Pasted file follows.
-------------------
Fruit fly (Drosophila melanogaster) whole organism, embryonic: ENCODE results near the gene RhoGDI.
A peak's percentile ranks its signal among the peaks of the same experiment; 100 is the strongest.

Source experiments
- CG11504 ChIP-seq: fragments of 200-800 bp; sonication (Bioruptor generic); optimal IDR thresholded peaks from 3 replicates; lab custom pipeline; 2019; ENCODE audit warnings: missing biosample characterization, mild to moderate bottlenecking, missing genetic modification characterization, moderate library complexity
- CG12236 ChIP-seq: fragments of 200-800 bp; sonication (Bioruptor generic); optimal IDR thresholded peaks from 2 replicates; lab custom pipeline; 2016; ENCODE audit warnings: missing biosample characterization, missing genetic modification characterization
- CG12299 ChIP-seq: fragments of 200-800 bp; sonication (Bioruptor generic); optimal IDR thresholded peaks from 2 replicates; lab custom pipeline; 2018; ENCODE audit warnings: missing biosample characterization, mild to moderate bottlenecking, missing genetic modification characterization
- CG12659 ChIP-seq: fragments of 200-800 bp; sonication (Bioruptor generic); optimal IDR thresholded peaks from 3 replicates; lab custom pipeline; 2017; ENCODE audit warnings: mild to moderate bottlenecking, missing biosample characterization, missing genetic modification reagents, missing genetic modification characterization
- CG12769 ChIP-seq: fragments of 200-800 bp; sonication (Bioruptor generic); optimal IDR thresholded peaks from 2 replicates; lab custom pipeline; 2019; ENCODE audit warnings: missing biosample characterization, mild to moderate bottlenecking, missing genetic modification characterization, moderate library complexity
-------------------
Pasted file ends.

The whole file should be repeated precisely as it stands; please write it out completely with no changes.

Fruit fly (Drosophila melanogaster) whole organism, embryonic: ENCODE results near the gene RhoGDI.
A peak's percentile ranks its signal among the peaks of the same experiment; 100 is the strongest.

Source experiments
- CG11504 ChIP-seq: fragments of 200-800 bp; sonication (Bioruptor generic); optimal IDR thresholded peaks from 3 replicates; lab custom pipeline; 2019; ENCODE audit warnings: missing biosample characterization, mild to moderate bottlenecking, missing genetic modification characterization, moderate library complexity
- CG12236 ChIP-seq: fragments of 200-800 bp; sonication (Bioruptor generic); optimal IDR thresholded peaks from 2 replicates; lab custom pipeline; 2016; ENCODE audit warnings: missing biosample characterization, missing genetic modification characterization
- CG12299 ChIP-seq: fragments of 200-800 bp; sonication (Bioruptor generic); optimal IDR thresholded peaks from 2 replicates; lab custom pipeline; 2018; ENCODE audit warnings: missing biosample characterization, mild to moderate bottlenecking, missing genetic modification characterization
- CG12659 ChIP-seq: fragments of 200-800 bp; sonication (Bioruptor generic); optimal IDR thresholded peaks from 3 replicates; lab custom pipeline; 2017; ENCODE audit warnings: mild to moderate bottlenecking, missing biosample characterization, missing genetic modification reagents, missing genetic modification characterization
- CG12769 ChIP-seq: fragments of 200-800 bp; sonication (Bioruptor generic); optimal IDR thresholded peaks from 2 replicates; lab custom pipeline; 2019; ENCODE audit warnings: missing biosample characterization, mild to moderate bottlenecking, missing genetic modification characterization, moderate library complexity